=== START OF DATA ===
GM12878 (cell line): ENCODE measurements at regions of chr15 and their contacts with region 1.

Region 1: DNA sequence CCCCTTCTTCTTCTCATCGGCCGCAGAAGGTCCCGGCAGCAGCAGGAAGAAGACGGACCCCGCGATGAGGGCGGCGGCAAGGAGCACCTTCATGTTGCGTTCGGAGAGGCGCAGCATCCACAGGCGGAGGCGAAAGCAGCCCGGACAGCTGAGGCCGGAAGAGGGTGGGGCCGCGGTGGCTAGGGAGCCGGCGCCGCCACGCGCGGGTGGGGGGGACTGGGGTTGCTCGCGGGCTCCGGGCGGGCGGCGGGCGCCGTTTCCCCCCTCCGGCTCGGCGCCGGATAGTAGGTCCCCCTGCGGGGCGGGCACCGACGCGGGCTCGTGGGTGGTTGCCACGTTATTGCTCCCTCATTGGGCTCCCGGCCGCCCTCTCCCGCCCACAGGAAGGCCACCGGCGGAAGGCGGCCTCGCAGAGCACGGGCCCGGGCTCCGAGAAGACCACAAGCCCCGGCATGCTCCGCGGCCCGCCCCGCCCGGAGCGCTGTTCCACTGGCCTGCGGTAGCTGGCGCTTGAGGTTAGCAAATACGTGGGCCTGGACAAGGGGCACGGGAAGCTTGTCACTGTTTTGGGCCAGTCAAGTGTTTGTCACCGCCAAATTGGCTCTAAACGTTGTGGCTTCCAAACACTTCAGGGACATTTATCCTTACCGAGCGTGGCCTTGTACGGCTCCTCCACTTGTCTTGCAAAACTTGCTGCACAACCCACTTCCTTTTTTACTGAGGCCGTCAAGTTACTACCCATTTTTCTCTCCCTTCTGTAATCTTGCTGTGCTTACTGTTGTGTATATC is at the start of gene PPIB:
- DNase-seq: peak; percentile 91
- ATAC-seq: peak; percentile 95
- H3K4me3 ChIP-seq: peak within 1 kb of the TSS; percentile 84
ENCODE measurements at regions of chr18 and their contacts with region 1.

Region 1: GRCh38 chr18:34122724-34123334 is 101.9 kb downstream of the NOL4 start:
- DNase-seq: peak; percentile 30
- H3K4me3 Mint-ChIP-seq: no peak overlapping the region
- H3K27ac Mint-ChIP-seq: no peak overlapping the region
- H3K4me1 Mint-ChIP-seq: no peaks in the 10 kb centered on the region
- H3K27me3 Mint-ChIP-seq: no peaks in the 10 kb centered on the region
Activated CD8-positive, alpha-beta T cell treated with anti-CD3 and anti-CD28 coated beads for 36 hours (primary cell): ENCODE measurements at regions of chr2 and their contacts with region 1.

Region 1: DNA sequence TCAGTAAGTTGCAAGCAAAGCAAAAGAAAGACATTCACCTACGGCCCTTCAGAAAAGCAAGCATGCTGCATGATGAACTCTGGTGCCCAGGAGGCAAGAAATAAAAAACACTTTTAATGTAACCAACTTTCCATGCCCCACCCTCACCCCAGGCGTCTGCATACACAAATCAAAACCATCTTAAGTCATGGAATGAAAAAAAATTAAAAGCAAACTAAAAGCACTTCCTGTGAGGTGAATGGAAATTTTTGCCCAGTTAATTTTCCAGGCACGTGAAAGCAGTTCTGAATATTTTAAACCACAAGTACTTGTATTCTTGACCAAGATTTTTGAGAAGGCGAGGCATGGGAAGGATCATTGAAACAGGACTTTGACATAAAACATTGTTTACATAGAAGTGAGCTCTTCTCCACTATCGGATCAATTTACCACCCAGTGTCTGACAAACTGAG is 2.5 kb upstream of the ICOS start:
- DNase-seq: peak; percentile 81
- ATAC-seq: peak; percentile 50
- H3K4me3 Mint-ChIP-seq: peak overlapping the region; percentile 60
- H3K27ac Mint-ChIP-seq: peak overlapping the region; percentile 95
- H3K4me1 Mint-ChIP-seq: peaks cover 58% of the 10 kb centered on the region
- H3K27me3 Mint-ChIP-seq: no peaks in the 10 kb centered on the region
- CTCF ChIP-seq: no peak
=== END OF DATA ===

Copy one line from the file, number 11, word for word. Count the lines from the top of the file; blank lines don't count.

- H3K4me1 Mint-ChIP-seq: no peaks in the 10 kb centered on the region